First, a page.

Čačak (L*),Чачак – Serbia – revised

*a Living dance is a 1st Generation dance that is still performed in the country of origin (or immigrant communities) as part of a social event like a wedding where others can participate (not for an audience) by people who learned the dance informally (from friends and relatives by observation and imitation, not in a classroom situation). For more information, click here and here.

The revision is to the last YouTube, labeled 17-Measure Čačak. The Comment by Rick King explains.

Čačak is a major regional city in central Serbia. It’s uncertain whether the dance was named after the town or vice versa. What is certain is that Čačak is one of the most popular dances among Serbians, both at home and among the diaspora, also in Bulgaria.

Most Serbs today dance a 10-measure (20 step) sequence, but there are other versions (below).

10-Measure Čačak

Crevna Jabuka, Sava celebration

Here’s the 10-measure pattern being taught in Bulgaria (Čačak Horo). Note the side-crosses at the beginning are crossed in front.

A demonstration of regional varieties – here’s Niš.
Pčinja, in red.
Leskovac, in red.
In nearby Bulgaria
A wedding in Gornje Kusce, Kosovo
These guys cover a lot of territory!
Loznica (red area)
Ekrem & Erşan are (presumably Moslem) Macedonians living in Turkey, who usually post Macedonian dances. This starts slowly, but after about a minute they boot the tempo.

12-Measure Čačak

A 12-measure Čačak, which some commenters on this YouTube claim is a Vlaško Kolo.
Somewhere in the USA
Merrillville Indiana. Wild and crazy guys!
Some fast footwork here! In lieu of step-crosses when going sideways, these guys are doing hop-step-steps.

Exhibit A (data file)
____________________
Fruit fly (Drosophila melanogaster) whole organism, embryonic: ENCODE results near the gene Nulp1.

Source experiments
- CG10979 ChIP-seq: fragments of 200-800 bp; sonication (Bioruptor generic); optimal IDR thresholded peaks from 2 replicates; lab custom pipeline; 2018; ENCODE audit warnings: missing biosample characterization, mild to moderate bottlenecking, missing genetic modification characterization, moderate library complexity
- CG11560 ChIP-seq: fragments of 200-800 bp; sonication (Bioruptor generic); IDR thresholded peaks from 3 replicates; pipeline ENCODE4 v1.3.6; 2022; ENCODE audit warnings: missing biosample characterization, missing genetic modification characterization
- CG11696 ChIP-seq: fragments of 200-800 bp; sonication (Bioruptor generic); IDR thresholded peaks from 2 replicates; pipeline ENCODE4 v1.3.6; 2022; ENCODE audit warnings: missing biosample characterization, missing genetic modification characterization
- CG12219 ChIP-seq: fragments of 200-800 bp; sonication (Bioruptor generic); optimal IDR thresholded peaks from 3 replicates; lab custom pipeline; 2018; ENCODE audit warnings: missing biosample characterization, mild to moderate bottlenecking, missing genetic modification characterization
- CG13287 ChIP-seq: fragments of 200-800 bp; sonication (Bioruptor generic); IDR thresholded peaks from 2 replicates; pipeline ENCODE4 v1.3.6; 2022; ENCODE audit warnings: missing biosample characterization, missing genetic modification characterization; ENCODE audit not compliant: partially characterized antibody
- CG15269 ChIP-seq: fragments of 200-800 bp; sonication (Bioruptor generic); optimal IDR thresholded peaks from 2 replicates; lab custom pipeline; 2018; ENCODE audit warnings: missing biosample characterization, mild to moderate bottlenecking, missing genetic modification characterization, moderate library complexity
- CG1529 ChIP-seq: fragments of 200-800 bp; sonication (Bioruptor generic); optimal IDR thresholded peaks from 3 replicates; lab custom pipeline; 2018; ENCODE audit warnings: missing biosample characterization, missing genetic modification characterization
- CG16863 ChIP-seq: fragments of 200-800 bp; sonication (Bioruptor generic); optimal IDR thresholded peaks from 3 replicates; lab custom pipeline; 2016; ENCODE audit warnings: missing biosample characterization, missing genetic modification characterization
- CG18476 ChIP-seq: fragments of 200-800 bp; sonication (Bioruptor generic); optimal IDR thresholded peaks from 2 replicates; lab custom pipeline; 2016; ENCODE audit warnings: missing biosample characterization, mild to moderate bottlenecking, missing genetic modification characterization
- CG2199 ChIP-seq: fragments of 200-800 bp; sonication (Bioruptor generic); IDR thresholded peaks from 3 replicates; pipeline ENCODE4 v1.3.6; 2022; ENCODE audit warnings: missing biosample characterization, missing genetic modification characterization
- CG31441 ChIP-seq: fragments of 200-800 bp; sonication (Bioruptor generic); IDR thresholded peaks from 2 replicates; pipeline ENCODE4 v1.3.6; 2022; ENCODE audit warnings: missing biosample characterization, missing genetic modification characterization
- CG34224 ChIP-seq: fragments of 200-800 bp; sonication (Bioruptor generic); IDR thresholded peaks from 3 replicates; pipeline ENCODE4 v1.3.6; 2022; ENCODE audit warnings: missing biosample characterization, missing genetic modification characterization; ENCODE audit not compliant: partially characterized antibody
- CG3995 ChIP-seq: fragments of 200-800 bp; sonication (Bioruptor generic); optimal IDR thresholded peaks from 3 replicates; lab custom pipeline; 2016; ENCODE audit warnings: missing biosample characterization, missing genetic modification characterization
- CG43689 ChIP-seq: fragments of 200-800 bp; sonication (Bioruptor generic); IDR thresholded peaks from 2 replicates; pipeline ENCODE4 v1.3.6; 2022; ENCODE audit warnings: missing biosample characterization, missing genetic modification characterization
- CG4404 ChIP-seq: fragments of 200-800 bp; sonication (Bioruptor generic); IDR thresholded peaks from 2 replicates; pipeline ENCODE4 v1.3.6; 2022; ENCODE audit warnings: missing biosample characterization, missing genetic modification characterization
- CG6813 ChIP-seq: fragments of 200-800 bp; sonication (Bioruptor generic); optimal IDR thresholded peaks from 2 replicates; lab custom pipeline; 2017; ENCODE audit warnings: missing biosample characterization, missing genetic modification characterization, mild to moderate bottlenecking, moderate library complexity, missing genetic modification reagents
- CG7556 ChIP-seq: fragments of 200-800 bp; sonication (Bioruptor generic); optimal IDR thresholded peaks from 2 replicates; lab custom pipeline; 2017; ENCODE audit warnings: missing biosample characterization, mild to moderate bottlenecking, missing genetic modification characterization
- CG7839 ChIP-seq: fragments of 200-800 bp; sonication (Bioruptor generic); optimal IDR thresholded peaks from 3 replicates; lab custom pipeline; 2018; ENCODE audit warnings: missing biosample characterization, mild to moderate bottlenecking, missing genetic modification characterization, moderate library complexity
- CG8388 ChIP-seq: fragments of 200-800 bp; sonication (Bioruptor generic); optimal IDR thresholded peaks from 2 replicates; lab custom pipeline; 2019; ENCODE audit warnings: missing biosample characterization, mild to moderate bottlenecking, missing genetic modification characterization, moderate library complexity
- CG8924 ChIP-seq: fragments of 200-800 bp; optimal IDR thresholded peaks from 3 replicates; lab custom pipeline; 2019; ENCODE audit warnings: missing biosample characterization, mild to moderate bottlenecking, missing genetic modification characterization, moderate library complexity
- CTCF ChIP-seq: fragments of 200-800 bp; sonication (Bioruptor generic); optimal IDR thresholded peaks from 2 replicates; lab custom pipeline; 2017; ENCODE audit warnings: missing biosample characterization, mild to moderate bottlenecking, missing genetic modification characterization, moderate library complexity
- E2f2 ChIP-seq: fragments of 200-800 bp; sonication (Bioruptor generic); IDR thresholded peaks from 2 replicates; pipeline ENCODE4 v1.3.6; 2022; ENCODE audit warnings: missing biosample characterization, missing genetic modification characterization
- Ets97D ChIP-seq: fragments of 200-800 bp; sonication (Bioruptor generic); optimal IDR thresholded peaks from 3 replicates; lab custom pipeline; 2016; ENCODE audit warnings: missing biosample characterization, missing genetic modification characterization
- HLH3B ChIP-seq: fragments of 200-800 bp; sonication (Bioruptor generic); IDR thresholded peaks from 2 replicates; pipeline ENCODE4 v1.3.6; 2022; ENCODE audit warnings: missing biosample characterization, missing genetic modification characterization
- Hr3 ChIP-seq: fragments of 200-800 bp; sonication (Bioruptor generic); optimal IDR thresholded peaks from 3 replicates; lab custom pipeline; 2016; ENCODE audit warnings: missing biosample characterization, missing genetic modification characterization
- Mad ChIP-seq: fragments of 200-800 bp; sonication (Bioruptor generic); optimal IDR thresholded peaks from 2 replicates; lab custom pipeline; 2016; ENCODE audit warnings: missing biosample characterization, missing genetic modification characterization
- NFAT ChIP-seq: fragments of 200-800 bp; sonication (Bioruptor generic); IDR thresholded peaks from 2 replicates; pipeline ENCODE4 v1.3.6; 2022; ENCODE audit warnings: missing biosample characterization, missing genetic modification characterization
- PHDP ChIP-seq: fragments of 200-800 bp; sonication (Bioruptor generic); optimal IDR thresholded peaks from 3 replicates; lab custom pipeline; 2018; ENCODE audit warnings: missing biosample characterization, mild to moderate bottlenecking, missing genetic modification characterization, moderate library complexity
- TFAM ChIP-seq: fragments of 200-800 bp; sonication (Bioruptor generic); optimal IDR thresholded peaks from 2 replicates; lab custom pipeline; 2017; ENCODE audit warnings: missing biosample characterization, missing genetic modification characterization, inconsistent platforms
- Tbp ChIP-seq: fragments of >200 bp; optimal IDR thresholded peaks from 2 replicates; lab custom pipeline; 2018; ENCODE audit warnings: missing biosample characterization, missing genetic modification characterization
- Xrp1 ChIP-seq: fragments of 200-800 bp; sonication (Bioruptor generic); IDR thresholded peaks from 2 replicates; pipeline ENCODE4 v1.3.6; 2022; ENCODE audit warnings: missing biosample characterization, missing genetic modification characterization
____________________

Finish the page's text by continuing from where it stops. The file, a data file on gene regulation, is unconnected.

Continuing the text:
8-Measure Čačak

This appears to be somewhere in the USA.

17-Measure Čačak

5 Measures added to the end. Calgary, Canada, 2010.


Rick King wrote: “Re the čačak page, the “long” version you talk about at the end is actually 17 measures, not 16 measures. The extra measure comes in just before the 1-2-3-stamp, 1-2-3-stamp at the end in the form of 2 kind of reel steps. However, for the first time just a few weeks ago at the MPO convention in Ft. Wayne I saw this version danced in 16 measures where they left off the 2 reel steps. It was done by some *very* enthusiastic, young, 20-ish yo Macedonians and it could be that the leader just forgot the 2 reel steps in this instance. It was great to see these enthusiastic young dancers. Just like young Greek dancers might turn tsamikos into a running dance almost, these dancers were doing similar things to zaiko and other dances. You wonder though what will happen as they age, start having families, etc.” Rick King, Southfield MI. International Folk Dance Club of Detroit. Don’s reply – You’re right, Rick. I miscounted because the sound is not perfectly aligned to the music and I couldn’t see that well. I only saw it when I turned off the sound. I’m assuming you didn’t have those problems because you’ve danced it. I’ve corrected the captions to the YouTube. Thanks for the correction!

John Uhlemann wrote: “Čačak – there are other 10-measure variants of this that are often referred to by the tune name. Bela Rada is one such.”

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